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Curating for Change

As new exhibition, Go as you Please, opens at the National Railway Museum, we shine a light on the exhibition and the important programme behind it.

‘Curating for Change’ was set up in response to the lack of disabled museum professionals across the Heritage Sector. This England-wide programme offers fellowships and traineeships to D/deaf, disabled and neurodivergent curators at host organisations. 

The programme aims not only to build a more diverse sector workforce that is representative of the wider population, but also encourage a broader range of narratives to be explored in our galleries.  

We asked Amy Thraves-Connor, Curator for Change Fellow at the National Railway Museum, to share her thoughts on the exhibition:

As a Curating for Change Fellow at the National Railway Museum, I have been curating and producing an exhibition – Go as you Please – that opened last week and will be on display for six months in our Highlights Gallery.  

Visitors in Go As You Please at the National Railway Museum

The aim is to use objects from our collection to tell underrepresented, and authentic, disability stories. It will showcase some of our railway artworks and posters, which we will use to discuss disabled people’s experiences of railway travel. The good memories. The personal stories. And yes, the challenges that we have at times. 

By showing some of our artwork, I hope people see something beautiful and interact with these stories. I want to say to audiences, ‘Yes, we are disabled, and we might do or experience things in different ways to you, but we do still do things, we do still enjoy things, and we do get out and about.’  

Visitors in Go As You Please at the National Railway Museum

Only one of the artworks or posters has any direct relation to disability. To me, the importance of this exhibition is how I highlight that disability can be seen and considered within anything. I do not want to put disabled stories into a box of ‘otherness’. I have used these artworks to ask questions like ‘Are our experiences as disabled people represented here?’, or ‘How does this image relate to something we have experienced, or a memory we have?’. It is this kind of interpretation that allows the stories of disability to be discovered within any museum object.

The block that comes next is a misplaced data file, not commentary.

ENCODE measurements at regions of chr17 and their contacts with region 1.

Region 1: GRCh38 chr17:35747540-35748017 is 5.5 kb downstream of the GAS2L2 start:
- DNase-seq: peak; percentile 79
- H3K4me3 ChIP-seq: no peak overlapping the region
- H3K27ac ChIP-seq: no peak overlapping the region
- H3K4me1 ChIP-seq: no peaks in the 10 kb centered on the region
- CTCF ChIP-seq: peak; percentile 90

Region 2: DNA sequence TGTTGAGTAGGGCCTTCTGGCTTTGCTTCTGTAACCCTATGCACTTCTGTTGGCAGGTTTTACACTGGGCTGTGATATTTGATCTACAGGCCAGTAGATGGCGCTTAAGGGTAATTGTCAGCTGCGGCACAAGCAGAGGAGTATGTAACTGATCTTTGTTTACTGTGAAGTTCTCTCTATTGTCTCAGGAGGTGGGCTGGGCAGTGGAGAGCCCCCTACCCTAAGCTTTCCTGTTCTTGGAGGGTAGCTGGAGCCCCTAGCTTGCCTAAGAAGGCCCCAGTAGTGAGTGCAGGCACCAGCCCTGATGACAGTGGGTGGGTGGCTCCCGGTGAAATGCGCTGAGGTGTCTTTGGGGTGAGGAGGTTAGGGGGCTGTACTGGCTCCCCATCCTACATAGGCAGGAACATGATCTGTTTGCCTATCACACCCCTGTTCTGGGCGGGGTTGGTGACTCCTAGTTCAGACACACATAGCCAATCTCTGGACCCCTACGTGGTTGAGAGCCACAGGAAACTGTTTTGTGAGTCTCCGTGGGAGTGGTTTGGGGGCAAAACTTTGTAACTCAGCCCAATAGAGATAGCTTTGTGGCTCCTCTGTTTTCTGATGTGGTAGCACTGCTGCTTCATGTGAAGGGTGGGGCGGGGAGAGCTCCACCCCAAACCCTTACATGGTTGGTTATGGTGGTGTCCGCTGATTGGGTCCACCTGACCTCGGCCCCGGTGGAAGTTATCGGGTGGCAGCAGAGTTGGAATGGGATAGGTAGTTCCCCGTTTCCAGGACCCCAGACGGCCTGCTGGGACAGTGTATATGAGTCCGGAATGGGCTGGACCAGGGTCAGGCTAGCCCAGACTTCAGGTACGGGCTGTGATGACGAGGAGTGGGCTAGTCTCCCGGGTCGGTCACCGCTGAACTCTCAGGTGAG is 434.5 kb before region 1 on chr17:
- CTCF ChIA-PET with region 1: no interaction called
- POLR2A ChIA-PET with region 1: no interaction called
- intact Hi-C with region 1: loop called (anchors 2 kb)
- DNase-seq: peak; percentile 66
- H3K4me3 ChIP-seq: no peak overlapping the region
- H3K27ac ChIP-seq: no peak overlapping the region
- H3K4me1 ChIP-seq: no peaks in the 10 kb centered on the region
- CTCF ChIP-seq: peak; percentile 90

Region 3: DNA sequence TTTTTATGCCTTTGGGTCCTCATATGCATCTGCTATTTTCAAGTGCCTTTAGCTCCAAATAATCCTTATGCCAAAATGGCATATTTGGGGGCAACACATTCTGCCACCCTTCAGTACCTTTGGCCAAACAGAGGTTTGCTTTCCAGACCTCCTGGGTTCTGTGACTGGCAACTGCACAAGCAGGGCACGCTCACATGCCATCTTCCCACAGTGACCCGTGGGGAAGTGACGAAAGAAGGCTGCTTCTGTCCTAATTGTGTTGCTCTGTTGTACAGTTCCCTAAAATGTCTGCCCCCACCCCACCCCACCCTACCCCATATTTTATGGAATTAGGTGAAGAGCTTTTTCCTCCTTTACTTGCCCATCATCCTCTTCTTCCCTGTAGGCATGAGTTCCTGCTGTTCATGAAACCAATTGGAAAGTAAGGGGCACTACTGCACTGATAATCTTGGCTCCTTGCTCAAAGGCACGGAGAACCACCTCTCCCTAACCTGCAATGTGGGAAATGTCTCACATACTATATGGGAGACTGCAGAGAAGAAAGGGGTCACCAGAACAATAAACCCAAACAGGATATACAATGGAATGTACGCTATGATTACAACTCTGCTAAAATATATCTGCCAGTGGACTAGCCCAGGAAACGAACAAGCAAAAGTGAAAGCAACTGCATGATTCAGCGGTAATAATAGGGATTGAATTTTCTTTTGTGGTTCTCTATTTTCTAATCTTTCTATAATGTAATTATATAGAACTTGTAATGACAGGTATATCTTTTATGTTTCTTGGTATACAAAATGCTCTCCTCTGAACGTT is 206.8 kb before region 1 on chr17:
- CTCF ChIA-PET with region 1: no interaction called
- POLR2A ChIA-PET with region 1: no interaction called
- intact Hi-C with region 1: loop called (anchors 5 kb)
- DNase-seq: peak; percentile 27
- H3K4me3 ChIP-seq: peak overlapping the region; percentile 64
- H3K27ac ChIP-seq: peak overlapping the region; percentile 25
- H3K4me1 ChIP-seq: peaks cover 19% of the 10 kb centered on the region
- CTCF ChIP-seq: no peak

That said, this exhibition is not only about disabled people. It is about anyone, and I want visitors to the exhibition to take their own interpretations and memories from these artworks and feel encouraged to question their thoughts around disability.  

Go As You Please at the National Railway Museum

Gathering the stories and experiences for this exhibition, I spoke to local people, who, alongside myself, have lived experience of disability, D/deafness and/or neurodivergence. It is important when sharing underrepresented stories that we highlight  people with lived experience, rather than speaking for people, as may have been done historically.   

We spoke, in groups and individually, about what rail travel offers us as disabled people, our memories and experiences, the challenges, and how these artworks may or may not reflect that lived experience.  

I was initially nervous about working with community participants as I had only a little experience with this work, but I found that everyone was open to sharing their stories. They were engaged and open in the discussions and people are excited to see their words in a museum! 

Amy Thraves-Connor, Curator for Change Fellow at the National Railway Museum

I was surprised by how many people are involved in an exhibition project. I am so thankful to everyone who has allowed and encouraged me to utilise and work with some of our art collection for this exhibition. I really don’t think many visitors know about our extensive collection of paintings, prints, drawings and posters! 

I hope the experience of working on this exhibition will help me to continue working in creative curation.